How to Communicate with Your Family and Friends About Your Pain


I wish you’d have given me this written question ahead of time so I could plan for it…I’m sure something will pop into my head here in the midst of this press conference, with all the pressure of trying to come up with [an] answer, but it hadn’t yet…I don’t want to sound like I have made no mistakes. I’m confident I have. I just haven’t–you just put me under the spot here, and maybe I’m not as quick on my feet as I should be in coming up with one. – George W Bush

Well, all of us can not be as eloquent, erudite and cogent as George W. Bush was in this press conference on April 3, 2004.

In many ways, the family is a mini-government, and the mother and father are the political rulers. What do political rulers do when they want to communicate their ideas and plans, and to allay fears and address concerns? They hold press conferences.

There is a WikiHow page about holding a press conference which, in my mind, seems truncated and most of which does not apply here. The steps that do apply refer to inviting the press (your family) and choosing a venue. Theoretically, you can invite your friends at this time but there could be resentment as this could be a very personal matter and family members rightly feel that they should know things before “outsiders” do.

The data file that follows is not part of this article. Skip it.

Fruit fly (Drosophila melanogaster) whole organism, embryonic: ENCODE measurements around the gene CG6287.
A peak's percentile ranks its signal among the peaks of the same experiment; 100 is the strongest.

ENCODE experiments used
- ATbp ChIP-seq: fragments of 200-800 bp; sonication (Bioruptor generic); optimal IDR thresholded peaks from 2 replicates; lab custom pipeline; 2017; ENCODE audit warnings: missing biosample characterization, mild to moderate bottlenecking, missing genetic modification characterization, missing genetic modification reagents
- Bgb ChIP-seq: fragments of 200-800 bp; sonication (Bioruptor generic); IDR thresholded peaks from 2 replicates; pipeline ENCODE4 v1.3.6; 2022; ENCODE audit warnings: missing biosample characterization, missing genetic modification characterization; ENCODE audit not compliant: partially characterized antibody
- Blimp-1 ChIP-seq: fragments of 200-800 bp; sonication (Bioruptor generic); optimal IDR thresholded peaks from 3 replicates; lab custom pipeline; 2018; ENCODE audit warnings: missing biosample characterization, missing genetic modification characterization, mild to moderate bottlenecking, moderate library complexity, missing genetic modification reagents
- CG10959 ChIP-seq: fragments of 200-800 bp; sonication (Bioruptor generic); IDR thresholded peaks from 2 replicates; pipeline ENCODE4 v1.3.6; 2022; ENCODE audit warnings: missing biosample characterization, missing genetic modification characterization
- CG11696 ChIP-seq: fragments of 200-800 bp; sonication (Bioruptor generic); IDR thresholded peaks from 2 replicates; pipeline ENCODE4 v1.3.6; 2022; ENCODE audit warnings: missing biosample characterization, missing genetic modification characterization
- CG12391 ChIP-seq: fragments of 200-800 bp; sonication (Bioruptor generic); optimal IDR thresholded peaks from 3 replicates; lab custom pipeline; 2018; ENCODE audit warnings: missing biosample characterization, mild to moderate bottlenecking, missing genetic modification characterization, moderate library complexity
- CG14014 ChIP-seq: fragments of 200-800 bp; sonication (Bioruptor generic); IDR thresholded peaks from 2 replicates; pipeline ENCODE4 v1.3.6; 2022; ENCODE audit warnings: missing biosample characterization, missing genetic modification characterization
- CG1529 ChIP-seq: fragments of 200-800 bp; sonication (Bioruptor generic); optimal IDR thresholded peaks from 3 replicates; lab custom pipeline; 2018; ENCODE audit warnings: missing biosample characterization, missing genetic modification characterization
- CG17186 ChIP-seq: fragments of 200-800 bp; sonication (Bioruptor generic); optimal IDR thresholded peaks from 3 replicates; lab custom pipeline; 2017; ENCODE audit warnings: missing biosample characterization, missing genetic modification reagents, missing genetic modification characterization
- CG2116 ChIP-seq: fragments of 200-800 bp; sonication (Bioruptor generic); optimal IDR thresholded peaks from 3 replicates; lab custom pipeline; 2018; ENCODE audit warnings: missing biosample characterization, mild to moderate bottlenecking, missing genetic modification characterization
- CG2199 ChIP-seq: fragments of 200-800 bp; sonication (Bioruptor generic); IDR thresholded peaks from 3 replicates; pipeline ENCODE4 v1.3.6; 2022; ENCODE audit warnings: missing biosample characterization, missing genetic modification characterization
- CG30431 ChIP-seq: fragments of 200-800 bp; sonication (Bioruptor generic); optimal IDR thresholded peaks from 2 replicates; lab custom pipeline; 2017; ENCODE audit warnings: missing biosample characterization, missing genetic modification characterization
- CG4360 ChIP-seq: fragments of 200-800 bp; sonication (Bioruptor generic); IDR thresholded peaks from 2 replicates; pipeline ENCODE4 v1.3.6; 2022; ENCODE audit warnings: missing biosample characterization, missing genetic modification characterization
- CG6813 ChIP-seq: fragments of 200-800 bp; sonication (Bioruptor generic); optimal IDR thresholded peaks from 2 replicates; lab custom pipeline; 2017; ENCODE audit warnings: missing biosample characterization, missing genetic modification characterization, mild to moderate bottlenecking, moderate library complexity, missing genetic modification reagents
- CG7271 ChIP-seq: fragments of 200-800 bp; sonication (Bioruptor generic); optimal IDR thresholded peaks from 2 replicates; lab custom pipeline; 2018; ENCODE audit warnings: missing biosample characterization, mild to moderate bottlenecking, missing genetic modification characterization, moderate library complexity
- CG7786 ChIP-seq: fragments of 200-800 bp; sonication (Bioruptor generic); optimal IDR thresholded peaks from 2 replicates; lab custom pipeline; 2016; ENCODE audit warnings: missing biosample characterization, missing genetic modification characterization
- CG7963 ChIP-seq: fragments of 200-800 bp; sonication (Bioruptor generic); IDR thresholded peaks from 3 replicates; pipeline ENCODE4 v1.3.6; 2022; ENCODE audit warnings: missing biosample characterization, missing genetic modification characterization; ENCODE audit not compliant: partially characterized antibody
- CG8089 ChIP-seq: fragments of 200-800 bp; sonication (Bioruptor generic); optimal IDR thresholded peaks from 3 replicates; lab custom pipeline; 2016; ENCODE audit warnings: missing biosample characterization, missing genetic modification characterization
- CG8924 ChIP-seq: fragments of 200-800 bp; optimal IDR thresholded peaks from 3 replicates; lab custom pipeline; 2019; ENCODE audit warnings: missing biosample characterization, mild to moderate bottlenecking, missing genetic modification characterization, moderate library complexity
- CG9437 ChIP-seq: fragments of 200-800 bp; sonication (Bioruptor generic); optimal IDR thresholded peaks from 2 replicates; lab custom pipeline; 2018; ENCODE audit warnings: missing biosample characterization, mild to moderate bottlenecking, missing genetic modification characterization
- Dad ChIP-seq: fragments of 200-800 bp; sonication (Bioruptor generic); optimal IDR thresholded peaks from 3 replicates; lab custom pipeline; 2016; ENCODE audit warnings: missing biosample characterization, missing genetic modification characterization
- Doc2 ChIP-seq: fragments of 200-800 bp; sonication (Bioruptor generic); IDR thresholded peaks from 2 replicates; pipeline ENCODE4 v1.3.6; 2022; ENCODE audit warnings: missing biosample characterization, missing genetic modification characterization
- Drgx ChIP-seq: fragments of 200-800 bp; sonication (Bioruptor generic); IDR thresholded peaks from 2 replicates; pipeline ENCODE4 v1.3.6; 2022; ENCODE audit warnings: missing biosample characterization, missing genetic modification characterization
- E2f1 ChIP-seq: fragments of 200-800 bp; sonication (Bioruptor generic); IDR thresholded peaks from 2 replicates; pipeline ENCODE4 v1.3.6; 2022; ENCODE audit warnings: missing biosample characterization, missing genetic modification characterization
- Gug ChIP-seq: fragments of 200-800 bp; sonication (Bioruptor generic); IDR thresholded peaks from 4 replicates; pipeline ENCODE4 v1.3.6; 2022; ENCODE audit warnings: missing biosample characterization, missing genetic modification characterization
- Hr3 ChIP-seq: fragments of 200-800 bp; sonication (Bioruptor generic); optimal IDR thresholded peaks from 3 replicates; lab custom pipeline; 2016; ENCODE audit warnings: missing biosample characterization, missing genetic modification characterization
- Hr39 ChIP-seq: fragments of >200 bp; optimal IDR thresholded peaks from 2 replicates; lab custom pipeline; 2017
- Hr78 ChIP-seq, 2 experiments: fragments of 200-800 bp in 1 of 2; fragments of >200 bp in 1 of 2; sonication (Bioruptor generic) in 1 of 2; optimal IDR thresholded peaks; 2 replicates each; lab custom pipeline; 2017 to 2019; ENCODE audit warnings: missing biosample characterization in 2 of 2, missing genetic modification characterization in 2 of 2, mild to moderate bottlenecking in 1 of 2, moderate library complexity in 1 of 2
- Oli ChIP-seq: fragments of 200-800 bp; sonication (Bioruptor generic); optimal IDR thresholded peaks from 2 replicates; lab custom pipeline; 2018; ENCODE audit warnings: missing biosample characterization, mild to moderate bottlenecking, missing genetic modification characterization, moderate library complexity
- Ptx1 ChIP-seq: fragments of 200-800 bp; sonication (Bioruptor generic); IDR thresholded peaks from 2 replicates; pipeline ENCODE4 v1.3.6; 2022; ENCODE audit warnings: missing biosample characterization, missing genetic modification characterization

If you are mobile then a place such as the family room, dining room or other named room in which everybody feels comfortable should be the venue. For friends, a good recommendation is to invite them for lunch at a pleasing restaurant. If you are immobile then it could be more appropriate to invite everyone (family and friends, together) to your room.

Again, the “press conference” is where you will tell them what you want to tell them. What will you tell them? The specifics are things that you will have formulated in your mind but some good general tips are to educate them and to share your knowledge. Even though they are your family and they can sense that you are suffering, they can not see your pain (well, not all of us can be Bill Clinton), especially if you have the chronic pain of fibromyalgia.

Explain why you can no longer do the things that you used to do, but tell them that you will join them in their activities (especially family vacations) if and when you can. Tell them that you will need their help more often, but that you also do not want to be (or be seen as) a burden.

Tell them about chronic pain, the cause of it in your case (if there is a known cause), the treatment(s) that you are following, and alternative treatments (and the reasons why you are not taking them). This can be important information to impart, but it can also be technical, and even though you may understand such causes and reasons you may not have mastered the information enough to adequately explain it to someone else. If this situation exists and if it is pertinent in your present condition then you may want to have the “press conference” at your next visit to your doctor, who will be more adept at explaining these concepts and practices.